Wildlife Biologist Accidentally Injected with Bear Tranquilizer

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EASTERN UTAH (ABC4 News) A biologist with the Division of Wildlife Resources has been released from the hospital following a scary incident after accidentally injecting himself with bear tranquilizer Monday afternoon. 

The biologist was with six other DWR personnel visiting bear dens in a remote area of Book Cliffs in eastern Utah to check on the conditions of the bears and look for cubs when they came across a female bear who had given birth to two cubs during the 2015-2016 winter. 

“We were curious to see if the cubs had survived,” says Dax Mangus, regional wildlife manager for the DWR.

 “We successfully darted the collared female and noticed one yearling bear also in the den with her,” Mangus said. “We loaded another dart, and were ready to dart the yearling, when the dart accidentally discharged and struck the biologist in his hand.”

DWR agents are specially trained to handle situations exactly like this. Five of those traveling with the biologist had just completed the agency’s annual wildlife chemical immobilization training just two weeks ago. 

“We acted on our training,” Mangus said. “We noted the time of injection, the dosage received and then we started monitoring his condition. We knew we had only 15 to 20 minutes before he possibly lost consciousness, so we knew we had to act fast. We didn’t have any cell service. And, in the steep, timbered canyon, we knew we couldn’t safely land a medical helicopter. So, we made a plan.”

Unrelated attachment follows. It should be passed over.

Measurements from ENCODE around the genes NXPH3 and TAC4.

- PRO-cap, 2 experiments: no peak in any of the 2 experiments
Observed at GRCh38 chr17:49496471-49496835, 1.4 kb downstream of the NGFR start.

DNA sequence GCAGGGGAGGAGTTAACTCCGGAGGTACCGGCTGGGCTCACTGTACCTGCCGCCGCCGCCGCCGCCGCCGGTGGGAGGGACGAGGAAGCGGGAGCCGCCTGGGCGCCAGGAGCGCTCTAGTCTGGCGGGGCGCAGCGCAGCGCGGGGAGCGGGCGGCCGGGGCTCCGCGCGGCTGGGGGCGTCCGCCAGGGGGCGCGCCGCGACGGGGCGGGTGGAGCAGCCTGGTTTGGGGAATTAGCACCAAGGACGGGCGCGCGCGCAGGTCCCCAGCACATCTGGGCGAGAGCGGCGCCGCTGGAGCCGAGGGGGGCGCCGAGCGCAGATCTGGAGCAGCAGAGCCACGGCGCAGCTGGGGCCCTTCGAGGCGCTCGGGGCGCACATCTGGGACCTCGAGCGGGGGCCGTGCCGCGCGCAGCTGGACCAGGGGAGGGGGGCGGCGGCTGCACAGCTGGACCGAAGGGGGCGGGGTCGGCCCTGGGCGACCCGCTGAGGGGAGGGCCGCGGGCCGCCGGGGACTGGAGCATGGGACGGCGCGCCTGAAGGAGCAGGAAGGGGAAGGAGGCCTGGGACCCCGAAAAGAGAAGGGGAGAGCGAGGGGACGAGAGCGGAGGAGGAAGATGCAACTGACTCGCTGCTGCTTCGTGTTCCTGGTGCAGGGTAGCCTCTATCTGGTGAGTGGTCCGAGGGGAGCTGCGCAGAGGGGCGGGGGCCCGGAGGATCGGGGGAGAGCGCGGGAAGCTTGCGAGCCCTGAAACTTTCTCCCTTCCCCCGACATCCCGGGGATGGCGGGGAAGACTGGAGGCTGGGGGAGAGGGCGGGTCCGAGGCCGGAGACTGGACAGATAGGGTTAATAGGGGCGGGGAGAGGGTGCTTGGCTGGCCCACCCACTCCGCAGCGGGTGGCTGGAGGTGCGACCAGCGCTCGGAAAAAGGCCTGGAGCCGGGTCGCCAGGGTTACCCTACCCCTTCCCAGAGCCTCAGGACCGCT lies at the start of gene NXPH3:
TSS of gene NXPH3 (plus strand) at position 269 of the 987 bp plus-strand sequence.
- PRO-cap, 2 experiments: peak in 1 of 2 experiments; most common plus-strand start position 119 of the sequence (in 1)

Two of the team members headed to get the vehicles, the biologist and two others went to the top of the ridge to get cell service and call for help and two stayed and gathered up all their equipment. 

The biologist was able to make it to the top of the ridge before he started to get weak. Just before 3 p.m. the helicopter arrived and the biologist was taken to Utah Valley University where he stayed overnight. He was released on Wednesday. 

“We feel fortunate that we were able to develop a quick response to the incident and get appropriate medical help in a timely manner, despite being in such a remote location,” Mangus said. “We’re so happy that he’s going to be OK. He’s an awesome co-worker and a great friend.”

 
Two of the team members headed to get the vehicles, the biologist and two others went to the top of the ridge to get cell service to call for help and two stayed and gathered up all their equipment. 
 
The biologist was able to make it to the top of the ridge before he started to get weak. Just before 3 p.m. the helicopter arrived and the biologist was taken to Utah Valley University where he stayed overnight. He was released on Wednesday. 
 
“We feel fortunate that we were able to develop a quick response to the incident and get appropriate medical help in a timely manner, despite being in such a remote location,” Mangus says. “We’re so happy that he’s going to be OK. He’s an awesome co-worker and a great friend.”
 
 

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